International scholars who have had papers or posters accepted for the annual meeting may compete for this conference paper award. “International Scholars” are defined as presenters who hold an institutional affiliation and/or principal residence outside the United States. A presenter wishing to be considered for the award must submit his or her paper (or, for a poster, the equivalent of a 20-minute paper) and accompanying audio-visual material to the award committee chair by a deadline set by the chair.
The award will consist of a substantial amount of books, chosen by the winner, from the Cambridge University Press catalog. The award winner will be announced at the Society’s annual meeting. All applicants must be members of the Society for American Music.
This paper award is designed for non-students. International students may submit materials for the Mark Tucker Award.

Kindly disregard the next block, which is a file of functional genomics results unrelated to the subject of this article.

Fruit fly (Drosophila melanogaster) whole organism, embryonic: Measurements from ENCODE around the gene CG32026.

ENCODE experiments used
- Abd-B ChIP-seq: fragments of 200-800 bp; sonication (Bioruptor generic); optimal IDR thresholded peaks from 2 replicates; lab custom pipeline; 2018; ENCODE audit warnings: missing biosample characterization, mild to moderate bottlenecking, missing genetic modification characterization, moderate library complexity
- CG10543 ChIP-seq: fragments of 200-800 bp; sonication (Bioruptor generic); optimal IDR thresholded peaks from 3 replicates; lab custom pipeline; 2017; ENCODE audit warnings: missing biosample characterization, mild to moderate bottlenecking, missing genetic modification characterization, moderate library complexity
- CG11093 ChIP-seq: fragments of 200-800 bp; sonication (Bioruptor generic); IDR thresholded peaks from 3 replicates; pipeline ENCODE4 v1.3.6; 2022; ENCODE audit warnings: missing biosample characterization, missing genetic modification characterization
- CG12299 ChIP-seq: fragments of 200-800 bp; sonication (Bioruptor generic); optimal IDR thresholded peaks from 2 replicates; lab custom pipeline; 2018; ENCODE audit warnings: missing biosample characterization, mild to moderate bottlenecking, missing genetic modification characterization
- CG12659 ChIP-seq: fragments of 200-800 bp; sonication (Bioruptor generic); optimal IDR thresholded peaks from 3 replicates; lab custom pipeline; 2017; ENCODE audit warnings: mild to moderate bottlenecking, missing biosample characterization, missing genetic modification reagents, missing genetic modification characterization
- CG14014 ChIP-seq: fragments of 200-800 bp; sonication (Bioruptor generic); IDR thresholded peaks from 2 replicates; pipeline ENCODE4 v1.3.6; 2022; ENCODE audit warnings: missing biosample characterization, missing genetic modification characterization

In addition to the application form, the following materials are required:
- One electronic copy of the paper
- Any accompanying audio-visual material
Three weeks (21 calendar days) in advance of the first day of the annual conference. For the 2019 annual conference, the deadline is February 27, 2019.
||Colleen Renihan, "'For Some Melodies, There Are No Words': Memory, Affect, and the Limits of the Linguistic Turn in Heggie and Scheer's Out of Darkness"
||Colleen Renihan, “Pitching Opera: Defining and Dividing Music Theatre in Canada, 1970–1990”
||Kate Galloway, “Soundscaping the Radio: Experimental Soundwork and Hildegard Westerkamp’s Community Soundwalking on Vancouver Co-op Radio.”
||Emily Abrams Ansari, “The Virtue of American Power and the Power of American Virtue: Exceptionalist Tropes in Early Cold War Musical Nationalism”
||Mario Dunkel, “German Jazz Diplomacy in the Cold War Era”
||Kate Galloway, “Sounding and Composing the Harbour: Recontextualizing and Repurposing the Soundscape and Sense of Place in the Harbour Symphony”
||Mary I. Ingraham and Michael MacDonald, “Head Hunters, War Canoes, and the Reciprocal Negotiation of Ritual Performance”
||Claudia di Luzio, “Open Tasks in Opera: Luciano Berio’s Experimental Music Theater and His American Years”